Paderborn Cathedral is about 700 years old and it is the fifth cathedral at the same site. In 777, Charlemagne built a church here for the occasion of the ‘Reichstag’ the empirical meeting. It was made of wood and did not have any side aisles. It was a missionary church, as Charlemagne brought Christianity to local Westphalia.
The cathedral as we know it today was built in the 13th Century; the existing buildings were included in the complex, affording various styles from the Romanesque to the Gothic. The cathedral has a vestibule measuring almost 100m in length, three aisles, two traverse buildings and one west spire rising 92 metres into the sky. The vestibule crypt is situated beneath the crossing of the centre aisle and the traverse and with a length of 32m and a width of12m it is one of the largest crypts in Germany. It accommodates the relics of St. Liborius, the patron Saint of Paderborn.
The Paradise Gate (prior to 1240), the Pietá (around 1380), the Gothic high altar (late 15th Century), the double Madonna (around 1480), the monumental tomb of the Prince Bishop, Dietrich IV. von Fürstenberg († 1618) and a pulpit in the style of the Regency (1736) are just some of the interesting sights inside the cathedral. The interior of the cathedral is surprisingly light; this is mainly due to its fitted long house windows, which were made locally in Paderborn.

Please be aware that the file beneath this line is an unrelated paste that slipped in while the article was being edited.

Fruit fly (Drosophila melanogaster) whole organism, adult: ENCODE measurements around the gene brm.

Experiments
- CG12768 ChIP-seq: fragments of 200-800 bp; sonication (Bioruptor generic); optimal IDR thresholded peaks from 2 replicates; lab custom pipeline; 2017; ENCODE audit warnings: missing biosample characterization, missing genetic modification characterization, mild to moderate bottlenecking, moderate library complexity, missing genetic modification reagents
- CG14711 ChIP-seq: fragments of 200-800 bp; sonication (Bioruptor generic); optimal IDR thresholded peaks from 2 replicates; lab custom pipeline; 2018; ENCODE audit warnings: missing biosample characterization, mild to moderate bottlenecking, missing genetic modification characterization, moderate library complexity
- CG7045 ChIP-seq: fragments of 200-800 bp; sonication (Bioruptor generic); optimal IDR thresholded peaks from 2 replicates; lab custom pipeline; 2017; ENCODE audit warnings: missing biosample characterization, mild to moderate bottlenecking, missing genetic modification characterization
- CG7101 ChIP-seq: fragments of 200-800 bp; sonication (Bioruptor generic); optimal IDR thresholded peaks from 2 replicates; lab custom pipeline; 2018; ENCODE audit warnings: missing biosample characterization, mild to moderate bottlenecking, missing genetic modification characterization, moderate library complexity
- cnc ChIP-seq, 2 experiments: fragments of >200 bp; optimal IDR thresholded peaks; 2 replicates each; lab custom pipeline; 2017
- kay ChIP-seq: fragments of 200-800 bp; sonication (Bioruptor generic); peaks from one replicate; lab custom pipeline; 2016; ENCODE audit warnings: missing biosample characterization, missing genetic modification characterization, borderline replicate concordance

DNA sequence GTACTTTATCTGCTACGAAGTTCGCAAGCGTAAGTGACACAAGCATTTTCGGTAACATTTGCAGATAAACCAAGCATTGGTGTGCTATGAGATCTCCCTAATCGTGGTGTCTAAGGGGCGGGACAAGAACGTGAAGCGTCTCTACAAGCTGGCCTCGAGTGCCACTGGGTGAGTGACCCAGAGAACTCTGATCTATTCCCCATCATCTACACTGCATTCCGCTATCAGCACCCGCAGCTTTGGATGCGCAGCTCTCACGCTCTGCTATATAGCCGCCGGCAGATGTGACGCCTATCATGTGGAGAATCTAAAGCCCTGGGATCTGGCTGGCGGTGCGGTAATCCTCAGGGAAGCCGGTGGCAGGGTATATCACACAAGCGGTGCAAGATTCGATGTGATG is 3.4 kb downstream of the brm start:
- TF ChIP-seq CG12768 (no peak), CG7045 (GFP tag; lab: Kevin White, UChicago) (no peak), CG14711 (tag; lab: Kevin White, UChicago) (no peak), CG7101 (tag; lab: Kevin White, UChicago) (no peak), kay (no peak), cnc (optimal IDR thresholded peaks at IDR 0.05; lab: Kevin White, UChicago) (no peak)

The cloister of the cathedral houses the famous 'Three Hares Window', which dates back to the 16th Century and depicts three jumping hares in a circle; this is a true treasure as the picture only depicts three ears, yet each of the hares appears to have a complete pair of ears. The three hares are one of the landmarks of Paderborn. A well known saying of Paderborn is: “Hares and ears there are three, and still each hare has two”.